It’s 1993. 15-year-old me walks through a suburban Sainsbury’s supermarket, eyeing the lacklustre selection of paperbacks: A Jilly Cooper novel; a biography of Ian Botham; … Something with a dinosaur on the cover?! I pounce. It’s a novel about dinosaurs brought back to life and the opening chapter has an evisceration in it! This Michael Crichton fellow had taken my most frequent dreams and brought them to life on the page. My excitement continued to grow when I discovered that there was a film due out soon. I followed avidly as the rest of the world got caught up with me in “Dino Fever”, as Film 93 called it. I watched every documentary about the science of Jurassic Park, built dioramas of the dining area out of card and made illustrations of all the imagined views from the security cameras. In short, I immersed myself in Crichton and Spielberg’s world and did so for the first two and a half films.
The dinosaurs were pretty great for their time. It was the first time that dinosaurs had been portrayed as warm-blooded like a bird or a mammal. This was a subject that had been published in popular science books as early as 1975 but the public’s perception hung on to the image of them being “too slow and stupid to survive”. Were the general public ready to have that perception shattered and replaced by a new one, full of agile, intelligent animals? Apparently so. The brand took off and it gained a huge following. Were there problems with the dinosaurs? There was the rather curious decision to portray Dilophosaurus as a small, venomous reptile with an expandable neck frill. The actual Dilophosaurus was a lot larger than that and there is no evidence that it was venomous. This was pure artistic licence. The film portrayed bird-like dinosaurs descending from reptiles, why not have a less well-known early dinosaur decked out with a silly neck frill based on a living reptile?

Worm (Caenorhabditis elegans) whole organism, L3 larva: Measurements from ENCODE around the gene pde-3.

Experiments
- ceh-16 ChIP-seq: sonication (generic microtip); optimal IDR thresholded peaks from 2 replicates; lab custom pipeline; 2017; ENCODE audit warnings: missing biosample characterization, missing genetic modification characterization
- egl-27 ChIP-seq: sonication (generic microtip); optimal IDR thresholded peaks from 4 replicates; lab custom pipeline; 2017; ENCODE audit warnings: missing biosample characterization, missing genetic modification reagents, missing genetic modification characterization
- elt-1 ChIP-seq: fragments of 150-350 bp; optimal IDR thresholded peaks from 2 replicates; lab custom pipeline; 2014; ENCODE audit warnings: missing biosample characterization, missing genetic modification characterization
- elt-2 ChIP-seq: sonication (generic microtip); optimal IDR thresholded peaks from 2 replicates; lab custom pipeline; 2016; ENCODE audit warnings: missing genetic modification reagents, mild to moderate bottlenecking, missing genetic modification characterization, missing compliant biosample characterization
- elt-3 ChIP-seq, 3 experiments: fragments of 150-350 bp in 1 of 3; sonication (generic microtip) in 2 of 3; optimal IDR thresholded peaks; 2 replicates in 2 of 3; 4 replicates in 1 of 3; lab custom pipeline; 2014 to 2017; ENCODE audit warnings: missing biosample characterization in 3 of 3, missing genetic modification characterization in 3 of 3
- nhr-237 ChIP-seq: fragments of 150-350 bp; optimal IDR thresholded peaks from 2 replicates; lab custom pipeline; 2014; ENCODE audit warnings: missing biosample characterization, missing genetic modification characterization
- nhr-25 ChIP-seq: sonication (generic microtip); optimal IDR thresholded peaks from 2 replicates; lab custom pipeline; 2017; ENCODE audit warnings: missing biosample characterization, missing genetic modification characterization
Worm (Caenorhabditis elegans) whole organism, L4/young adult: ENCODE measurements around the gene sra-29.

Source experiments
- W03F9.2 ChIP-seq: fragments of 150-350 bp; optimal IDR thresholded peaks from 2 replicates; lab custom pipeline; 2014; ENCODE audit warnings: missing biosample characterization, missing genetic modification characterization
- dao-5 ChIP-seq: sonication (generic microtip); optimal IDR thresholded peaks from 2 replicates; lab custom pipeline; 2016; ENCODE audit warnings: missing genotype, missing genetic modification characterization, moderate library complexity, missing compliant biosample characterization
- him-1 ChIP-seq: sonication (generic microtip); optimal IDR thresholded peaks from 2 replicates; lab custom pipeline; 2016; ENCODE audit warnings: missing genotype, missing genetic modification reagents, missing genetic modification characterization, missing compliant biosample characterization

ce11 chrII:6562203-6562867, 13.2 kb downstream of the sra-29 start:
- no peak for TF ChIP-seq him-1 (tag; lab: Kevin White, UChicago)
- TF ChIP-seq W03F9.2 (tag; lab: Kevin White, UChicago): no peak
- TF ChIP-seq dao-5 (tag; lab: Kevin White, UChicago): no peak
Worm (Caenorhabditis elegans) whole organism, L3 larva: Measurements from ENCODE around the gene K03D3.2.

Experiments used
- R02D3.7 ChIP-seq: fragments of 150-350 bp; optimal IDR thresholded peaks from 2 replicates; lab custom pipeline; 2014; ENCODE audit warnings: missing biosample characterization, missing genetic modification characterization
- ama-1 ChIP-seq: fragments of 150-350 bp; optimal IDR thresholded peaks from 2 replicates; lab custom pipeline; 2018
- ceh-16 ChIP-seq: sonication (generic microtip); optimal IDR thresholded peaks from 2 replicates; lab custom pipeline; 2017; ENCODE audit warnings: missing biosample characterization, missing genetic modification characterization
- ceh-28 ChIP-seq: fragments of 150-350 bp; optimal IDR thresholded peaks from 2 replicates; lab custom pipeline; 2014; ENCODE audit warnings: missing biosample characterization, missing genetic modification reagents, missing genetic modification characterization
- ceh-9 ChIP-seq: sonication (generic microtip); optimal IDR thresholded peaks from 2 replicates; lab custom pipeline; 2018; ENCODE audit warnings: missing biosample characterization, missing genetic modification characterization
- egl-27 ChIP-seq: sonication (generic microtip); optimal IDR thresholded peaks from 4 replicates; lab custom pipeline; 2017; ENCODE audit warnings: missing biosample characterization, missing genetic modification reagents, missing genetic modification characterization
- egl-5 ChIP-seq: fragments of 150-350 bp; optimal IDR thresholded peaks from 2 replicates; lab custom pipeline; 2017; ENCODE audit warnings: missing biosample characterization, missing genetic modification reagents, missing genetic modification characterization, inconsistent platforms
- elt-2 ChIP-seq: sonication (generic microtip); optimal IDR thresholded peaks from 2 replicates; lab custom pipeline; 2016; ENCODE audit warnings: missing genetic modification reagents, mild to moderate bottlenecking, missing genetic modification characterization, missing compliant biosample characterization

During filming of the Lost World, new evidence came to light that a household favourite – Stegosaurus – had throat armour. The Jurassic Park post-production team edited their model of the Stegosaurus to reflect that research! This was how committed the franchise was to realism and accuracy. Yes ultimately they are making a monster movie and there are times when you have to suspend your disbelief and say ok, these velociraptors are bigger than in real life (fox-sized) but maybe they’re just misidentified Utahraptors (a little bigger than the film villains).
Cut to this month: we have a new film coming out. There has been a ton of fresh dinosaur research since the early 90’s and the expectation had been that this new research would be, at least in part, incorporated into the film. That all ended in 2013 with this tweet from new director Colin Trevorrow:
It sent a pretty clear message: rather than take what we don’t know about dinosaurs and embellish, as with the Dilophosaurus, this film was heading towards taking what we do know and throwing it away. Feathers have been a recognised feature of many theropod dinosaur specimens now and Velociraptor sits right in the middle of the family tree that has yielded the most feathery specimens.